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Low Back-Related Leg Pain and Axial Loading With MRI – Using the Visual Analog Scale and Pain Drawings - themanualtherapist.com


Goal of the Study?

Low back-related leg pain is thought to be neuropathic in origin due to compromise of a nerve root(s) and is also commonly known as sciatica. In a study published in the Journal of Clinical Medicine 1 a group of authors looked to see if loading the spine during MRI imaging (axial loaded MRI) would help discern more specificity to the anatomical cause of the low back-related leg pain. These leg pain sufferers will often undergo recumbent MRI while their symptoms are in the vertical or axially loading posture. 

Why are they doing this study?

Many cases of sciatica can be challenging to diagnose because of the complexity of the disc mechanics and physiology. There are many nuances of sciatica, and each case can bring its own set of complexities. Learning to determine the source(s) of sciatica more accurately can be helpful in its therapeutic management.

What was done?

Ninety patients were recruited for this retrospective observational study. The participant’ ages ranged from 21-89 years and were screened by an orthopedic surgeon to exclude those with hip and knee problems from the study. Participants were asked to fill out a self-evaluation including the visual analog scale along with a pain drawing. Each participant was evaluated by an attending physician and underwent an axial-loaded 1.5T MRI with added weight. As a comparison, each participant.

The investigators looked for these variables:
  •  Cross-section of the dural sac
  •  Lumbar spinal stenosis grade with axial loading
  •  Disk herniation with axial loading
  •  Size of herniated disc with axial loading
  •  Size of hyperintensity zone with axial loading
  •  Ligamentum flavum ‘type’ with axial loading
  •  Intervertebral foraminal size with axial loading
  •  Foraminal stenosis
  •  Degenerative disc classification
  •  Degenerative facet arthropathy
  •  Edema of facet joint and effusion with axial loading
  •  Synovial cyst area with axial loading 

What did they find?

The authors found that axial-loading subjects played a significant role in extracting findings that would otherwise not be seen with conventional recumbent MRI. Specifically, they found facet joint edema, atypical ligamentum flavum, was associated with low back-related leg pain.

Why do these findings matter?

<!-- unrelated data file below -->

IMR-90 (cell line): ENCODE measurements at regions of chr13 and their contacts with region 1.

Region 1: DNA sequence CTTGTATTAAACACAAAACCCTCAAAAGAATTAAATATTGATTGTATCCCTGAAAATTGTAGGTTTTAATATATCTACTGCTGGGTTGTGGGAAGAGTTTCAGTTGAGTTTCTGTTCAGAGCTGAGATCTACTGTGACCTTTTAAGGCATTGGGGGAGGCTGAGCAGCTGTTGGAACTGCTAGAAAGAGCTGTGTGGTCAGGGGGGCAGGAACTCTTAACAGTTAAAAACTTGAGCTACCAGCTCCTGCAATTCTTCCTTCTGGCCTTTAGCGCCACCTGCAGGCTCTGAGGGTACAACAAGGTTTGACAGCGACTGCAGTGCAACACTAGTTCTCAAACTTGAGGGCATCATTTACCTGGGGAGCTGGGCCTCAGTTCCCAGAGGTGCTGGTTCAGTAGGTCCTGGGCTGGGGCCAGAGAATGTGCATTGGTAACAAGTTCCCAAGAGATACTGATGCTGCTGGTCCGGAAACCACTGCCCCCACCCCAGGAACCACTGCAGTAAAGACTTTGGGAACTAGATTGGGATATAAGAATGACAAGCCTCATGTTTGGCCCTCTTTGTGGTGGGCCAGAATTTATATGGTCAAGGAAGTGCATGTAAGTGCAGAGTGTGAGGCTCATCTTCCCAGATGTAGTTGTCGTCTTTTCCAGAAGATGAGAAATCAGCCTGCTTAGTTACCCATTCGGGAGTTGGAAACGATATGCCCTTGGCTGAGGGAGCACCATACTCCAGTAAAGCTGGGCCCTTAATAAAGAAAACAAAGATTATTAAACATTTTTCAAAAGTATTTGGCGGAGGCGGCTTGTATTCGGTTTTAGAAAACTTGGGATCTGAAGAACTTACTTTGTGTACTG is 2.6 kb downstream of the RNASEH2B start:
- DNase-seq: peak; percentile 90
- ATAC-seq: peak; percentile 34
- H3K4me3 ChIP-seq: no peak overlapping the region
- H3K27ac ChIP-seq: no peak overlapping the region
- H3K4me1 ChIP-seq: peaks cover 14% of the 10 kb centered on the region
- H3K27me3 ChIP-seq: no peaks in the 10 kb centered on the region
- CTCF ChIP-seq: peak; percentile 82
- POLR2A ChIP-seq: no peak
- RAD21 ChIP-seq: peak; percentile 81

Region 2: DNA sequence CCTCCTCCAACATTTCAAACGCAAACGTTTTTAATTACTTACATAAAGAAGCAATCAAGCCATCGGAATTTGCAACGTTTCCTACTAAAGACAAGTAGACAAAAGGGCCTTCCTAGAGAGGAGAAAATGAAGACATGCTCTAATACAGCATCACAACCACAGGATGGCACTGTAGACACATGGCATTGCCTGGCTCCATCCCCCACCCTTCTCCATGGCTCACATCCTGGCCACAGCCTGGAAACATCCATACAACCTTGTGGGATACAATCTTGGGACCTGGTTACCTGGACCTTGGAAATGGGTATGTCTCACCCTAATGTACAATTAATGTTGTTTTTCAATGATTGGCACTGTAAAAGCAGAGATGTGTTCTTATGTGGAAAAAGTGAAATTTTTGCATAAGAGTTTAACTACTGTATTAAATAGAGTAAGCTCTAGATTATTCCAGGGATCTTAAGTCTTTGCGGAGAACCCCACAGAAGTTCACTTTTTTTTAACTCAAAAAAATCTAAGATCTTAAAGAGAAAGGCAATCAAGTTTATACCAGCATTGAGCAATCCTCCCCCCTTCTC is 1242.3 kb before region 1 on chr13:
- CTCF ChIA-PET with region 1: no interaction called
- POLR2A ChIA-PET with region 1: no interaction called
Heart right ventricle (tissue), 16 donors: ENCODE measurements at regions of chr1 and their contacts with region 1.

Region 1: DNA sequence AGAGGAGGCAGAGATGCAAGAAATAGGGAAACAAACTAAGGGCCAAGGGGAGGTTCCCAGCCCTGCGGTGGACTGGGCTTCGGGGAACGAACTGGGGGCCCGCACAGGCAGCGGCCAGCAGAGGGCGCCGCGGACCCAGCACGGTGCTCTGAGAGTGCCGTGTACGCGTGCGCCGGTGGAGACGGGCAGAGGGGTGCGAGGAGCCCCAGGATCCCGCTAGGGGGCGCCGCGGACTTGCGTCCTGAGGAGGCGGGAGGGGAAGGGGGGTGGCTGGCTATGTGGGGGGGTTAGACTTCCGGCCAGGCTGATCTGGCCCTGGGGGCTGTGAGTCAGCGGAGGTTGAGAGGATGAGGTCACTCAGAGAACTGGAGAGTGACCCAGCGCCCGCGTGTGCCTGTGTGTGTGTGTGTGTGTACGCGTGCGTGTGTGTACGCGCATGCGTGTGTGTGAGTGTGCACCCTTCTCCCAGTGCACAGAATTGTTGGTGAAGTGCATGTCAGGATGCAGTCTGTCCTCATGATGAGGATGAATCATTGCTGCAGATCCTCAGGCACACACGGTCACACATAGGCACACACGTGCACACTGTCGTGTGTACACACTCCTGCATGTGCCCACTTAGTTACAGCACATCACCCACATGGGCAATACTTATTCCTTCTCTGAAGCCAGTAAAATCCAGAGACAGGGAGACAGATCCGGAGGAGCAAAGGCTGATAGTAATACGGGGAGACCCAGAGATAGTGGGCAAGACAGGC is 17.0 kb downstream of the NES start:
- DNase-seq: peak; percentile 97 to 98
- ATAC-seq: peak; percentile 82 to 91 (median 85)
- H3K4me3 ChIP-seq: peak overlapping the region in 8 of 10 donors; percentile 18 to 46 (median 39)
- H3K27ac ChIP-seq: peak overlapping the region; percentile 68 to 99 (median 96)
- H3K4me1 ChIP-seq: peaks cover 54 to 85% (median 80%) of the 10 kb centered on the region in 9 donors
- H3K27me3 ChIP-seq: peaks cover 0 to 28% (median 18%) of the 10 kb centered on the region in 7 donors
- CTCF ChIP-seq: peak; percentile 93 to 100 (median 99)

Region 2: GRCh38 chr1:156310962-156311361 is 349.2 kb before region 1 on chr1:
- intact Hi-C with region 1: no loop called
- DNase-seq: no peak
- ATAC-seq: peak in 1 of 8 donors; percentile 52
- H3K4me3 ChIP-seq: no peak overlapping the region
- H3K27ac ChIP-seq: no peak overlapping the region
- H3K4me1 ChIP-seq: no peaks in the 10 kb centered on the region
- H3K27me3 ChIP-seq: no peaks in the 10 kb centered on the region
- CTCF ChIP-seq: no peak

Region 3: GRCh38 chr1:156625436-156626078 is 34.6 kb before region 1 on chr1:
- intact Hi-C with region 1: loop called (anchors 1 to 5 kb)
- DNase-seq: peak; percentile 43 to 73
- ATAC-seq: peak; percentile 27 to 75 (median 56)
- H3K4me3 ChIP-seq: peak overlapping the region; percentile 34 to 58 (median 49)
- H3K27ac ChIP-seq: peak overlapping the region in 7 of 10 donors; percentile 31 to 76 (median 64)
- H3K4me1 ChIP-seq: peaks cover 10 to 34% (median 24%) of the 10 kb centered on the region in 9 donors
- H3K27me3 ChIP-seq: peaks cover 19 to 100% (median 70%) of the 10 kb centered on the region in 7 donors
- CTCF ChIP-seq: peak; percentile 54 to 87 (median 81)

Often, sciatica patients undergo MRI to identify a cause. However, recumbent MRI does not tell the whole picture as patients often report a worsening of symptoms when they are axially loaded. This study helped reveal the changes in the loaded state and can help clinicians make informed decisions about the symptoms patients express in a clinical setting. Understanding that the facets are under more load and the ligamentum flavum can buckle inwards towards the spinal canal can help the clinician understand the anatomy when assessing patients. Notably, the authors summarized that these axial-loaded findings could offer a dynamic picture of the instability contributing to sciatica.

At Dynamic Disc Designs we have developed models to help demonstrate load related changes to the spine. We believe that our models not only help the patients understand their symptoms better so they can make the appropriate adjustments to improve their sciatica, but they also help in the context of the education of spine pain in general.

Axially Loaded Magnetic Resonance Imaging Identification of the Factors Associated with Low Back-Related Leg Pain ↩



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Untold Physio Stories - You Have No Tendons in Your Feet - themanualtherapist.com



In this episode, we're joined by guest Dr. Michael Loebelenz. His story of a patient who was told what can best be described as nocebo at best and stupid at worst. What happens with this foot pain patient and what was the solution?

Untold Physio Stories is sponsored by


EDGE Health and Tech Solutions - we level up your website with full SEO optimization, turn it into a referral generating machine and do full Google Workspace and Telehealth integrations


Modern Manual Therapy Insiders - over 650 Exclusive videos, Research Reviews, Webinars, Online Discussion - learn easy to apply Clinical Practice Patterns, integrate Pain Science with Manual Therapy and Patient Education - Join now!


Also, be sure to check out EDGE Mobility System's Best Sellers - Something for every PT, OT, DC, MT, ATC or Fitness Minded Individual


Keeping it Eclectic...